5 December 2012

Uganda: Motorists Lose City Street Parking Case

Kampala city motorists will have to continue paying street parking fees after the High Court in Kampala ruled in favour of Multiplex Limited charged with collecting the fees.

In the ruling of Justice Elizabeth Musoke, delivered Wednesday morning by the Court's civil division registrar, Eudes Keitirima, she stated that under the circumstances premised on the principal-agent relationship between Kampala Capital City Authority(KCCA) and Multiplex, the suit could not be maintained.

She said the company was wrongly sued, since it is acting as an agent of the principal KCCA.

The plaintiffs were also ordered to pay costs to Multiplex. However, the amount is not yet definite, since Multiplex will have to file its bill of costs.

"It is therefore apparent that whatever the agent(Multiplex) did or continues to do in relation to street parking, it does so as the appointed agent of KCCA.

The principal in the stated case has not stated that the agent acted outside the Authority granted by the principal," the judge stated.

The case arose this year on May 16 when regional consulting firm Legal Brains Trust(LBT) and Richard Nyakaana petitioned court, contending that KCCA) and its predecessors, have never designated parts of roads and streets identified as parking places in the city within the parking and motor vehicle regulations.

In February 2003, KCCA's predecessor Kampala City Council, awarded Multiplex a contract to manage city street parking. The company charges sh7,000 for daily parking from 8am to 5pm, while a monthly sticker costs sh42,000.

They contended that car parking fees, parking fines, clamping fees, is unlawful and an infringement of their right to property. They wanted court to declare that they are entitled to a refund of the revenue collected by Multiplex since 2003 when the company commenced operations.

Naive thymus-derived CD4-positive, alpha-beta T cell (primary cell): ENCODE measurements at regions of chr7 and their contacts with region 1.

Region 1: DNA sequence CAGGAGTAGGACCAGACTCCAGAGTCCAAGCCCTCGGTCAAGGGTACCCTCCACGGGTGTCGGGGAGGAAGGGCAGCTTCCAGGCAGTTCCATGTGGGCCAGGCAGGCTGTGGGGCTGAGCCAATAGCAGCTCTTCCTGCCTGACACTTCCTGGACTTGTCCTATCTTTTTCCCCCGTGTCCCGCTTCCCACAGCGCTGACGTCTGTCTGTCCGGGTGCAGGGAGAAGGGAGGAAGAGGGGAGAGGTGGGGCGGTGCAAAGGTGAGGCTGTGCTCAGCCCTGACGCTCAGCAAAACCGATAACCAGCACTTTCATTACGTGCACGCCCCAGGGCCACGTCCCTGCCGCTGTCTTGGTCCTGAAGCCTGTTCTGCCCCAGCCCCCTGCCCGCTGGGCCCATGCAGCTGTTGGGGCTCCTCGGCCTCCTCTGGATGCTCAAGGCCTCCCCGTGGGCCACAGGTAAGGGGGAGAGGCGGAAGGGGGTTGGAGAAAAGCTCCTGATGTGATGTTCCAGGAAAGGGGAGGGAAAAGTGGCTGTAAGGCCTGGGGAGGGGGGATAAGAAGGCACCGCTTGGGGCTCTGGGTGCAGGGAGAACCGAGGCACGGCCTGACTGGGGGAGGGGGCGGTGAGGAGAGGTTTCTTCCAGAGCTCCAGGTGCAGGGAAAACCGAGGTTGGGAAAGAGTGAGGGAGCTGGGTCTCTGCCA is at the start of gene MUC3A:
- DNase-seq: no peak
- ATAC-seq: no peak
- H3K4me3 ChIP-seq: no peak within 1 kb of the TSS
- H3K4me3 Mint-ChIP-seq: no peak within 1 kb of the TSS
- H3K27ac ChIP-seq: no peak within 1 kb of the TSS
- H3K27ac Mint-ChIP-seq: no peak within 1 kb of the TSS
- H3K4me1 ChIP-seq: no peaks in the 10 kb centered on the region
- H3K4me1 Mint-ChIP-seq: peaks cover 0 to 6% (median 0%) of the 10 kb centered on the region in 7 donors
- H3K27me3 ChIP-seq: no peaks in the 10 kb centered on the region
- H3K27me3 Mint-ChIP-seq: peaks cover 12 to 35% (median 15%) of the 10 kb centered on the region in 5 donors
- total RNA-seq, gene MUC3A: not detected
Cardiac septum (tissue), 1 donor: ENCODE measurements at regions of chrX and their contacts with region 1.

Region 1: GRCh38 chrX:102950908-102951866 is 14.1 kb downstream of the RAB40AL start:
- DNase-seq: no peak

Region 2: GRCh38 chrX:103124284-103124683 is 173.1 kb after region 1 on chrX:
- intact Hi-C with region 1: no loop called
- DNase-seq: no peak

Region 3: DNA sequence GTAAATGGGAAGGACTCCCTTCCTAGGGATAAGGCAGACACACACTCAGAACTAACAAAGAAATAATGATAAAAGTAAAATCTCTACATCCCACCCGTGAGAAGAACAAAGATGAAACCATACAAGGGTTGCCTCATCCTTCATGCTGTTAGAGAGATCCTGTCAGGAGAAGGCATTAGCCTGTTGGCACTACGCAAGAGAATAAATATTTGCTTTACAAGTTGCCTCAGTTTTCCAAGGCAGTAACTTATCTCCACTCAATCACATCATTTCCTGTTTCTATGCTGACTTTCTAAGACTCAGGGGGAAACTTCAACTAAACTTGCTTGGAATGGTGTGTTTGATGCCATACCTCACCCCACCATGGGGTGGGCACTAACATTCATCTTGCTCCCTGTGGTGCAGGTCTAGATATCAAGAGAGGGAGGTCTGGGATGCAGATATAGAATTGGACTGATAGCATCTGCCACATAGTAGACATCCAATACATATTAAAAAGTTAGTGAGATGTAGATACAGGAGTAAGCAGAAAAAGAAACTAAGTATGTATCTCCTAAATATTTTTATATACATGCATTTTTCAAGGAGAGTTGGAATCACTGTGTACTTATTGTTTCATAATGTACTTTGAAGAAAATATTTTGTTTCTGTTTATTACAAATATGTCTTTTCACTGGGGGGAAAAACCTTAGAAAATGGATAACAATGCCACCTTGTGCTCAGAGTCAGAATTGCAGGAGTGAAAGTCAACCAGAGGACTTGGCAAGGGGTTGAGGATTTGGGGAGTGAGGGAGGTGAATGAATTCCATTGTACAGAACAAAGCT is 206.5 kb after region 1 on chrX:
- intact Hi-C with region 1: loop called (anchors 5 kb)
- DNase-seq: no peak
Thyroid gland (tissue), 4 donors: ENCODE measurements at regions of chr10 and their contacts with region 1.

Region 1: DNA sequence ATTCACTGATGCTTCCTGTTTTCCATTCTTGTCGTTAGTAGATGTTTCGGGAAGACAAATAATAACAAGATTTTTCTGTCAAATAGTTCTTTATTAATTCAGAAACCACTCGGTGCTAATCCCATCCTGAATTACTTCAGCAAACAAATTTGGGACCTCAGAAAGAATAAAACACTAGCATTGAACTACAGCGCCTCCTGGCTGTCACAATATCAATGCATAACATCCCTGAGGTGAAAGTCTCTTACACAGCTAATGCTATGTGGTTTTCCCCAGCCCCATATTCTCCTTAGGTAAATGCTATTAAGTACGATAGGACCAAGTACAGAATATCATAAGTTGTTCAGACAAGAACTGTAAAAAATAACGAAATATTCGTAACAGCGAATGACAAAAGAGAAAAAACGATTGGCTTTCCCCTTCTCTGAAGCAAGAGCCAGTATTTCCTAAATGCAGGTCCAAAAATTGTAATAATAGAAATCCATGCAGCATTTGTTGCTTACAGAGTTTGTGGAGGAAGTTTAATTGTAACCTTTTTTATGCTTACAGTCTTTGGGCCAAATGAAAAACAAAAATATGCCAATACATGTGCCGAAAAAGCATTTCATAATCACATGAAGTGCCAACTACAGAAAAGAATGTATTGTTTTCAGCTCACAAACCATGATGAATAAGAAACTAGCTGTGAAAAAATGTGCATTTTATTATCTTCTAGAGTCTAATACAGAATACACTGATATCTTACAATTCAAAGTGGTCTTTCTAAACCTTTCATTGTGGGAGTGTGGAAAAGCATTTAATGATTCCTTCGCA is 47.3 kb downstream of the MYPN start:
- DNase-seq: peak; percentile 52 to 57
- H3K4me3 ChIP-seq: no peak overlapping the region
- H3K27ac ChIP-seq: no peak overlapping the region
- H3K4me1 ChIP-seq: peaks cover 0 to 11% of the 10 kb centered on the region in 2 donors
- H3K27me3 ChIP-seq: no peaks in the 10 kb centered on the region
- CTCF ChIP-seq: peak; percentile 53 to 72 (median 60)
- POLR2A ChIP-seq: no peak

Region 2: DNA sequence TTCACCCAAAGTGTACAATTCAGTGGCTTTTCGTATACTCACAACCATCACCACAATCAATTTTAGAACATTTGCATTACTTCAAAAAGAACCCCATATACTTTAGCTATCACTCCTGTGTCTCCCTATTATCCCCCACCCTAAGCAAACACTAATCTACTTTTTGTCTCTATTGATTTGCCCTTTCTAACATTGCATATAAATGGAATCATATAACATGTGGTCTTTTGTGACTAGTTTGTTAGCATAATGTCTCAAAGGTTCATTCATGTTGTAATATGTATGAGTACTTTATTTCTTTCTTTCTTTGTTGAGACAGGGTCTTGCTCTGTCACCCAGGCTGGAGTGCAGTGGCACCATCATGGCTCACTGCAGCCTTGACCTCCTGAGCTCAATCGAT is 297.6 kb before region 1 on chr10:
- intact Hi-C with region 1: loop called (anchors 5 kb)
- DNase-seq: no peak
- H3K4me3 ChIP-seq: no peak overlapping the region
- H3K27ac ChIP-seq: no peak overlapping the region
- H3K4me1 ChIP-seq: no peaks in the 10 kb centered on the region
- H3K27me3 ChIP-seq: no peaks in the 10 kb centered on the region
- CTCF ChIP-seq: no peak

Supported by the affidavit of LBT executive director Isaac Kimaze, also a lawyer, he contended that Multiplex which was preceded by Green Boat Entertainment on March 15, 2003, is harsh and that he has fallen victim to its purported highhandedness.

Ssemakadde claims he has been compelled on numerous occasions to pay the contentious fees.

The judge's ruling was prompted by a preliminary objection raised by Multiplex lawyer Andrew Kibaya who on October 10, submitted that the suit was defective, since the wrong party was sued.

Kibaya further stated that where an agent concludes the contract of the principal, it is the principal to be sued, and not the agent. He stressed that KCCA should have been part of the suit, since the issues raised by the complainants, cast a spotlight on the activities of KCCA.

But on October 19, the motorists lawyer Terence Kavuma dismissed Multiplex's assertion that it was wrongfully sued. He said Multiplex cannot absolve itself of wrongdoing by claiming to be an agent of a principal, KCCA.

Kavuma asserted that KCCA did not authorise the purported wrongful acts complained of.

Speaking to New Vision, Kimaze said they would petition the Court of Appeal to express dissatisfaction with court's decision. He said agents who are found in wrong, and claim to be acting on behalf of principals, breed impunity.

"With due respect to the judge, we disagree with the ruling. Agency does not amount to immunity from legal proceedings," Kimaze said.

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